Skooter reporting 0508012
The 93-year-old Sharlotte Hydorn who made to the top of the bill by selling suicide kits from her California home was placed on five years of supervised probation Monday and ordered to pay a $1,000 fine for a tax evasion resulting from her mail-order business.
Hydorn, a great-grandmother and retired science teacher, pleaded guilty in December to a federal charge for failure to file income tax returns from 2007 to 2010, a period where at least seven customers used her kits to kill themselves, investigators said. Reportedly Hydorn sold at least 1,300 of the do-it-yourself asphyxiation hoods during those years. As part of the bargain pleas, she agreed to stop manufacturing or selling the suicide kit.
Hydorn became infamous after one of her mail-order clients in Oregon by the name of Nicholas Klonoski, 29, who was suffering from depression or else healthy as told by his family, used an "exit kit" to kill himself in December 2010.
It is to be understood that Oregon is one of the two U.S. states with laws legalizing physician-assisted suicide for people with incurable, fatal illnesses, however, the state was infuriated over the case that prompted the Oregon state lawmakers to pass legislation to ban sales of such devices.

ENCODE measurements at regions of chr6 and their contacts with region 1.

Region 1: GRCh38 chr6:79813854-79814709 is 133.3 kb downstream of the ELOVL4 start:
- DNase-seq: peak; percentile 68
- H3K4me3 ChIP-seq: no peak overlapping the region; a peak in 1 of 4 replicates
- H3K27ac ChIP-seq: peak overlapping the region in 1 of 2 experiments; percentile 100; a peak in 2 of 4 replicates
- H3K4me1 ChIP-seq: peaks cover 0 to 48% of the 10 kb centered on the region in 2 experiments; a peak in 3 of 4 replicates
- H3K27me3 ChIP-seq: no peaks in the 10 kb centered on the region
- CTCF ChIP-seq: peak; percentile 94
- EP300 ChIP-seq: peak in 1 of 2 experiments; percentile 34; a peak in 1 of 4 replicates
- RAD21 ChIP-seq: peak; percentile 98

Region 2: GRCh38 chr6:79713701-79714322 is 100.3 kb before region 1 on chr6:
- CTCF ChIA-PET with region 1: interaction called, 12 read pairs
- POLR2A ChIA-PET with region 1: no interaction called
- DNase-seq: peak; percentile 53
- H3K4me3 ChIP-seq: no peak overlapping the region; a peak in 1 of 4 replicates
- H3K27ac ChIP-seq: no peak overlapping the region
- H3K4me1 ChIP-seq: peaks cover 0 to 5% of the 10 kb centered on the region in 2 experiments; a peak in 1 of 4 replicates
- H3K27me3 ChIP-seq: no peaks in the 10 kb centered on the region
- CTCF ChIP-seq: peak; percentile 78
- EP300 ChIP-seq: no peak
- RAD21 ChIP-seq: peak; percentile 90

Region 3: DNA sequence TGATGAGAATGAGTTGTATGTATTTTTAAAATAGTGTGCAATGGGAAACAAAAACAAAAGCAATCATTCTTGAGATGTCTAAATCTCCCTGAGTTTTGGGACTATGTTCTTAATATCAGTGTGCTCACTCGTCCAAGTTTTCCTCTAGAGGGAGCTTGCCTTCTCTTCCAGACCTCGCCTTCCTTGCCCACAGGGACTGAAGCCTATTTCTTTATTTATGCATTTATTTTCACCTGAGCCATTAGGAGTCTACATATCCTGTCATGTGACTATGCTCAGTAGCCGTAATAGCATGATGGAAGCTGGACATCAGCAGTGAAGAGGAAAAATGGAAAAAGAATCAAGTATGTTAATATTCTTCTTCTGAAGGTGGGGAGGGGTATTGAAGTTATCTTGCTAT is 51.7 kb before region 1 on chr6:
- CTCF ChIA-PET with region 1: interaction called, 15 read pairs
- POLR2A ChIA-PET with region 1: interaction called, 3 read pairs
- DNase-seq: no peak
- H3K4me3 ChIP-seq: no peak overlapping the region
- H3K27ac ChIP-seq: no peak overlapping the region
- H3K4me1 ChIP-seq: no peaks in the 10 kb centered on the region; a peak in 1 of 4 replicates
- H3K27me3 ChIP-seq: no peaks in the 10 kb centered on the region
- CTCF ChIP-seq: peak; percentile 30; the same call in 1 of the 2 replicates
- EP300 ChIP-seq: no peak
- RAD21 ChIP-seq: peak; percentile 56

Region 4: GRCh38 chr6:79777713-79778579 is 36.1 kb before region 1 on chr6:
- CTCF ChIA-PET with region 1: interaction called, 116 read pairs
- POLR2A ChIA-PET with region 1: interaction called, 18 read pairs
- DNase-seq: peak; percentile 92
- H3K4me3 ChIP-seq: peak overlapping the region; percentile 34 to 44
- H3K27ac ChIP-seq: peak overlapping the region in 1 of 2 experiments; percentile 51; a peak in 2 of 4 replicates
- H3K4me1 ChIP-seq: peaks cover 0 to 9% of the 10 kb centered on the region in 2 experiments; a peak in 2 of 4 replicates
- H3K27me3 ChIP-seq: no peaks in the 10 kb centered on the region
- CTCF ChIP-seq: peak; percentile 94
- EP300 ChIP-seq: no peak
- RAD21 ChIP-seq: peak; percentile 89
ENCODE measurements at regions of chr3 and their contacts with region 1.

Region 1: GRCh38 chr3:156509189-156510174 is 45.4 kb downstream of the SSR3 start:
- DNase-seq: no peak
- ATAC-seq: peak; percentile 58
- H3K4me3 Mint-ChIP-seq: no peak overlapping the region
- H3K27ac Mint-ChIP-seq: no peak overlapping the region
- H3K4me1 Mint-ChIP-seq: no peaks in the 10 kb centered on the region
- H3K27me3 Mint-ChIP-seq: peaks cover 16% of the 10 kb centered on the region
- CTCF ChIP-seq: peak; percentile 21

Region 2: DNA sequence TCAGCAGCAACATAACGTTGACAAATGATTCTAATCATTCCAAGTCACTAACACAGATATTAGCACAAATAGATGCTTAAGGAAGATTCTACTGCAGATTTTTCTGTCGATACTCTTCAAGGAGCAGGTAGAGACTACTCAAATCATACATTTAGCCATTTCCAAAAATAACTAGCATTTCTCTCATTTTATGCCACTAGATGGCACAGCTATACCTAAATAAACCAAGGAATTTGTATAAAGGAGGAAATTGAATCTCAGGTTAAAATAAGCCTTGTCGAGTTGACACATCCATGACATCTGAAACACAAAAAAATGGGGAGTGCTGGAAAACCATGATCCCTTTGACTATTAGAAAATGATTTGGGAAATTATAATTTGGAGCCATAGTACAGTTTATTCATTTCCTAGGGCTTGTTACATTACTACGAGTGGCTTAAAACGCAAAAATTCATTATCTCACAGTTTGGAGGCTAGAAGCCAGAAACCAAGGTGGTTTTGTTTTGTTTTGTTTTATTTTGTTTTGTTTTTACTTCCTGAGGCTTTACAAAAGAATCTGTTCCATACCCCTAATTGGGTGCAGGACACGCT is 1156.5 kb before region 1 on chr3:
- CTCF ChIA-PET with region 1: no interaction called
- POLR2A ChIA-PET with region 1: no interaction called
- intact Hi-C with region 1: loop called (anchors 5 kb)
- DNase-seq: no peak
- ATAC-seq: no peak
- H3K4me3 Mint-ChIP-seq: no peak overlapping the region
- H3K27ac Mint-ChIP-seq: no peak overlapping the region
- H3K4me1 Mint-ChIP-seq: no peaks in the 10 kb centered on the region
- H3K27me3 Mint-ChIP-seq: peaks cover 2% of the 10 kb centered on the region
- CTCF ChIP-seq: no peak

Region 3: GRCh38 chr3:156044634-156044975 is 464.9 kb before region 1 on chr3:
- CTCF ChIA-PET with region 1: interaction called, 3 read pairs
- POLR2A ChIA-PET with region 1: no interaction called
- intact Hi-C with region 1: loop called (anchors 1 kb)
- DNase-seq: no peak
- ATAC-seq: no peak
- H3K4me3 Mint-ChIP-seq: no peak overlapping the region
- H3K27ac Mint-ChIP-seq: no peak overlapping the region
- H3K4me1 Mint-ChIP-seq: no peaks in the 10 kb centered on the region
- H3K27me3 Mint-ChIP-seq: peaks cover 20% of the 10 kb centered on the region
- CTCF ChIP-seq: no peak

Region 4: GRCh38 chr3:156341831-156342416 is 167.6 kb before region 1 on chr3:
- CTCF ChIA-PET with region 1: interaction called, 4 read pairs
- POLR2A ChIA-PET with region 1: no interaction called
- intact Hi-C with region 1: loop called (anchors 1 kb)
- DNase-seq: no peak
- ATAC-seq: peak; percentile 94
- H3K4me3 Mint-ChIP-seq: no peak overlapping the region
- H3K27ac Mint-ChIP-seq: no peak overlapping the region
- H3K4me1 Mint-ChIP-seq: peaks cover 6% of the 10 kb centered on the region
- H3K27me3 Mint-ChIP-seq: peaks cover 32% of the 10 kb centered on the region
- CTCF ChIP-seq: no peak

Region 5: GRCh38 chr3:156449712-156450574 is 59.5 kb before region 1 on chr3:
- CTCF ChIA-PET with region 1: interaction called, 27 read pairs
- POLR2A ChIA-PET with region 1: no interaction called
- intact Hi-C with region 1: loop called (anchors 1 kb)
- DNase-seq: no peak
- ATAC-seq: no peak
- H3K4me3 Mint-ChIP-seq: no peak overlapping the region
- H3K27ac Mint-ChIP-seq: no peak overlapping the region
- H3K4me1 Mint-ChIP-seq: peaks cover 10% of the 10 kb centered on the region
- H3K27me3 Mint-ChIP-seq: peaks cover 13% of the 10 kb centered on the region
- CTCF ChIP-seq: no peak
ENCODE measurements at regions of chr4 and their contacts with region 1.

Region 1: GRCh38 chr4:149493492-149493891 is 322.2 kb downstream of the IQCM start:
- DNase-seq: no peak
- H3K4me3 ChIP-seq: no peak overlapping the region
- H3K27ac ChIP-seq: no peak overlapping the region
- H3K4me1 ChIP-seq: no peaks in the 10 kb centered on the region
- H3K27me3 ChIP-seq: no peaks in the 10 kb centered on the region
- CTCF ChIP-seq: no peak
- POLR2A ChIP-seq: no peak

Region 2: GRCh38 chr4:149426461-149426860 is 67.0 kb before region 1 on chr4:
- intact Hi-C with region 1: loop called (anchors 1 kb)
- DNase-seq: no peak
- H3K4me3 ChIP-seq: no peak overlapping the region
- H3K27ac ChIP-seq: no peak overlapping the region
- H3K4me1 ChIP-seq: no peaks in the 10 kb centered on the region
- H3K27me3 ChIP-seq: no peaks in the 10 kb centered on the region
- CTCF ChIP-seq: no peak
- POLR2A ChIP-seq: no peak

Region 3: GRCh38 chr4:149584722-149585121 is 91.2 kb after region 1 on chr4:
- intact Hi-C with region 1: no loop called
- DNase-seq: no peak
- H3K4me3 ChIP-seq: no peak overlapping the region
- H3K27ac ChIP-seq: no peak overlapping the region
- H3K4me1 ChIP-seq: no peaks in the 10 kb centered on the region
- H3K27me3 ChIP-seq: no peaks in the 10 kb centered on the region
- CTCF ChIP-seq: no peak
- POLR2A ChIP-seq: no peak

Nevertheless, the San Diego County district attorney, who was a party to the arrangement, agreed not to prosecute Hydorn for her role in any of the six known deaths that happened in California. The San Diego federal judge who sentenced Hydorn issued a decision that her suicide kit business was illegal under California law.
After the sentencing, assistant U.S. Attorney Peter Mazza said that she was prosecuted under the U.S. tax code because the sale of suicide kit is not a violation of the federal law. He further explained that the case was not about the position that someone has the right to terminate their own life but this was about Hydorn indiscriminate sale of kits to anyone who wrote her a check.
Hydorn claimed that her product was to help terminally ill people to end their lives with dignity at home. Hydorn suicide kits consisted of a plastic hood that closed around the neck and tubing that linked the hood to a tank of gas and is priced at $60 each including instructions and shipping. She admitted that she operated the business for the past 20 years, but she made little money from the enterprise. It was reported that she grossed $40,000 from the sale operations.